In the previous chapters, we discussed slow crack growth in the presence of a water environment (a relative humidity of 100%). What happens at lower relative humidities? In this case, reaction rate is slowed but, nonetheless, still present. Studies to this effect were carried out by Wiederhorn1 for soda-lime glass. These studies showed that for relative humidity greater than 1%, growth rate was directly and linearly proportional to relative humidity; for example, at 50% relative humidity, growth rate is reduced by 2. This is evidenced in the plot of Fig. 14.1.
Note that, in principle, 100% humidity and liquid water should exhibit similar degrees of corrosion; however, the plot in Fig. 14.1 shows that corrosion levels are not quite the same, as is often observed in other materials as well. This is perhaps due to mobility of the reaction products during the corrosion process. Thus, dynamic fatigue testing in water is the most conservative approach.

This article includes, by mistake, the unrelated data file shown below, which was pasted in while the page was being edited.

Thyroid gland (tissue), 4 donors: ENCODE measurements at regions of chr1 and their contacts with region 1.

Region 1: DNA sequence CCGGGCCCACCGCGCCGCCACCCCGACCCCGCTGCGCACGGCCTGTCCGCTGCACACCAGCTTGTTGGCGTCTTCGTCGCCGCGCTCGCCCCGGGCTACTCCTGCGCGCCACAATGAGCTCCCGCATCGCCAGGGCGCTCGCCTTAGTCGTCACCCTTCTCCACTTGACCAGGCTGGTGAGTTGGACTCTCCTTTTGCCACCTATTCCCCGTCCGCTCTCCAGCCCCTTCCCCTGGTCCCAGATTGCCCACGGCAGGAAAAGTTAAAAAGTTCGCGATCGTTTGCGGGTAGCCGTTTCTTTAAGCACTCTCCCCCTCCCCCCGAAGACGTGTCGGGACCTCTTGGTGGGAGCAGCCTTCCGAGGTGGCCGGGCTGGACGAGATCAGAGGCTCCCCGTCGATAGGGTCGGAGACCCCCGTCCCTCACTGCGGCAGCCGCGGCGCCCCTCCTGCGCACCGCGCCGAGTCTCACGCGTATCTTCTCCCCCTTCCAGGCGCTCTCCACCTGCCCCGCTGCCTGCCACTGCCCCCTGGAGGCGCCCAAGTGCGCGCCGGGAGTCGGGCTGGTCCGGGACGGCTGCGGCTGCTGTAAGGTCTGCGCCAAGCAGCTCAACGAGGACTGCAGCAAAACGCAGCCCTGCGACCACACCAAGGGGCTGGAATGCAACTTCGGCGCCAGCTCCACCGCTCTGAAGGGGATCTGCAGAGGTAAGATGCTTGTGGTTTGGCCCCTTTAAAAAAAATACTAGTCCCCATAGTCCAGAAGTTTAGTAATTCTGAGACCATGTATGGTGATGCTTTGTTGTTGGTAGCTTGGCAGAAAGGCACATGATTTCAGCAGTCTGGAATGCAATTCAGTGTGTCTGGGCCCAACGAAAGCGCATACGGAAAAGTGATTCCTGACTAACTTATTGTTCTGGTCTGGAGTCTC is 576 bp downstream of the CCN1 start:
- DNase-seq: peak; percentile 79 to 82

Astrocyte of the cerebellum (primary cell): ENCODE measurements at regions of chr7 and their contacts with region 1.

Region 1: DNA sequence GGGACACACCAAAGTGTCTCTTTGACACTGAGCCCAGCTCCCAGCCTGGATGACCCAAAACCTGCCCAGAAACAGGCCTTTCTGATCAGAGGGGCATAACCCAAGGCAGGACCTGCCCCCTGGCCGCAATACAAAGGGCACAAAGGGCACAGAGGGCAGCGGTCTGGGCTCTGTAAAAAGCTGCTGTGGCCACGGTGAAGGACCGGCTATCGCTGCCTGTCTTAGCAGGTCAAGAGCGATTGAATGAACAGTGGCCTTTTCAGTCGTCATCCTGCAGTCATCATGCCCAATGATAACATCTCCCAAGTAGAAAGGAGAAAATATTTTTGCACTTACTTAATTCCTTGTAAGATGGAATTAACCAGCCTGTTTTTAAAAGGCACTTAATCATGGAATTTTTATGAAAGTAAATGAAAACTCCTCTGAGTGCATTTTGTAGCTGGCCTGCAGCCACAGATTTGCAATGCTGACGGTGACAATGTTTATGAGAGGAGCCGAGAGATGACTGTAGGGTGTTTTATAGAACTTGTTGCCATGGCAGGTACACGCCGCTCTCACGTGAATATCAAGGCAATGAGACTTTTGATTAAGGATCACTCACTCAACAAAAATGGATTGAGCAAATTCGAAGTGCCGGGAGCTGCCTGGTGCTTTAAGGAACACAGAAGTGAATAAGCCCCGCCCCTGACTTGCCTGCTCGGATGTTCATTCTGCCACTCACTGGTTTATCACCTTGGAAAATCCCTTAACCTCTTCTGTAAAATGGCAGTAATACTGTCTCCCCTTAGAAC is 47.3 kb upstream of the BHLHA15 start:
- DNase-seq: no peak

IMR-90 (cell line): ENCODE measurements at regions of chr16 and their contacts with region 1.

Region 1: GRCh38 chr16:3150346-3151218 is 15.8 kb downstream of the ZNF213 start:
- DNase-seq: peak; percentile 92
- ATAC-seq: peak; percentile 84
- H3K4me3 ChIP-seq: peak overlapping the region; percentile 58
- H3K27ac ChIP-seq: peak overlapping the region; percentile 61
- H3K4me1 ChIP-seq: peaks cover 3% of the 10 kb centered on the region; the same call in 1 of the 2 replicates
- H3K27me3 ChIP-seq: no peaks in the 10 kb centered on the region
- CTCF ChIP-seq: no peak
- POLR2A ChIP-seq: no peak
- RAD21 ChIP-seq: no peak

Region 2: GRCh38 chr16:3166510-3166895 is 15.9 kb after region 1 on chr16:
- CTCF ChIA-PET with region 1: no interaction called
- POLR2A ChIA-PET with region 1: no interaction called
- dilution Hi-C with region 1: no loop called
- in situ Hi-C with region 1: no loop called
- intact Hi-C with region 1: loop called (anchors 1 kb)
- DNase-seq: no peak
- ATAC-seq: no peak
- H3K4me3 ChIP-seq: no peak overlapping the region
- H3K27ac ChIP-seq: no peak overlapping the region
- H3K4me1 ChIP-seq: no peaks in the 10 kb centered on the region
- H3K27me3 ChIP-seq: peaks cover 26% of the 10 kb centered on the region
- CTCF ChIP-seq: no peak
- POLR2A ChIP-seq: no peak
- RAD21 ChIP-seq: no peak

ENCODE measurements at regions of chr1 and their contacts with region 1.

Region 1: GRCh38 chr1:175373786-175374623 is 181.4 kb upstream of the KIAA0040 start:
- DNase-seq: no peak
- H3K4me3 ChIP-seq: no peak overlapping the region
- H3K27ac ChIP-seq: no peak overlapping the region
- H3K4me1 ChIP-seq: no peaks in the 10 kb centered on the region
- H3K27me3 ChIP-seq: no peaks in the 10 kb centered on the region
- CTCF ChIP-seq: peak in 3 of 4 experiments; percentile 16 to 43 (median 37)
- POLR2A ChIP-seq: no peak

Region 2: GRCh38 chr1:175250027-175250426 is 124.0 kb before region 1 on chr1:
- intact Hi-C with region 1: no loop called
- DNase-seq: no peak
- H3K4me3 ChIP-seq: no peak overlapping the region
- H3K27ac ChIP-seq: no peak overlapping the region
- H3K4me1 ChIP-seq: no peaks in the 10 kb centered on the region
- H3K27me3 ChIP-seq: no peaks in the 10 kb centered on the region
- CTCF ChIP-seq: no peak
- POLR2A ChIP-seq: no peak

Similar studies have been conducted for fused-silica glass. In this case, the rate is drastically reduced at very low relative humidities, as shown in Fig. 14.2. At 50% relative humidity, a typical environment at room-temperature rate is approximatelyone-quarter that of the fully moist condition. Although some studies choose to modify the flaw growth exponent to account for humidity, rate reduction can be used by modification of the crack velocity material constant, a method that is preferred by the author. However, for other materials, it is not clear how humidity affects crack growth rate, as such studies are not common. Indeed, while most ceramics exhibit slow crack growth, the chemical reaction causing stress corrosion [i.e., proton transfer and the like (Chapter 4)] may be different. Thus, it has been common practice to assume a 100% moist environment, unless the environmental parameters are well known.
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